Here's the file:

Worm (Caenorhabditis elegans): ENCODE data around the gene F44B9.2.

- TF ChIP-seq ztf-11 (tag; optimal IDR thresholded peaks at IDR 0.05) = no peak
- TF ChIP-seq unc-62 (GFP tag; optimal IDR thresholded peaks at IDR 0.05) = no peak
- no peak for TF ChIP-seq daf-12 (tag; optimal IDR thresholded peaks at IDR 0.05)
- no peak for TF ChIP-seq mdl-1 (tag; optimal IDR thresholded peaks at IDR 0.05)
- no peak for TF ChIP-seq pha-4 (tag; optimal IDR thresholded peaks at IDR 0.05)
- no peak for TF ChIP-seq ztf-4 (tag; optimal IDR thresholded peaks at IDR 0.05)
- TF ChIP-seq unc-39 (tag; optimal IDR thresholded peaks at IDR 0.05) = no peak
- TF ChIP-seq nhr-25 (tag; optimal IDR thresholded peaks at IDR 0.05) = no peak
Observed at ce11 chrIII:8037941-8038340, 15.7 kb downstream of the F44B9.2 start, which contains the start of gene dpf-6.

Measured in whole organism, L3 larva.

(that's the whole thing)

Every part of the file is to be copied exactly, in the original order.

Worm (Caenorhabditis elegans): ENCODE data around the gene F44B9.2.

- TF ChIP-seq ztf-11 (tag; optimal IDR thresholded peaks at IDR 0.05) = no peak
- TF ChIP-seq unc-62 (GFP tag; optimal IDR thresholded peaks at IDR 0.05) = no peak
- no peak for TF ChIP-seq daf-12 (tag; optimal IDR thresholded peaks at IDR 0.05)
- no peak for TF ChIP-seq mdl-1 (tag; optimal IDR thresholded peaks at IDR 0.05)
- no peak for TF ChIP-seq pha-4 (tag; optimal IDR thresholded peaks at IDR 0.05)
- no peak for TF ChIP-seq ztf-4 (tag; optimal IDR thresholded peaks at IDR 0.05)
- TF ChIP-seq unc-39 (tag; optimal IDR thresholded peaks at IDR 0.05) = no peak
- TF ChIP-seq nhr-25 (tag; optimal IDR thresholded peaks at IDR 0.05) = no peak
Observed at ce11 chrIII:8037941-8038340, 15.7 kb downstream of the F44B9.2 start, which contains the start of gene dpf-6.

Measured in whole organism, L3 larva.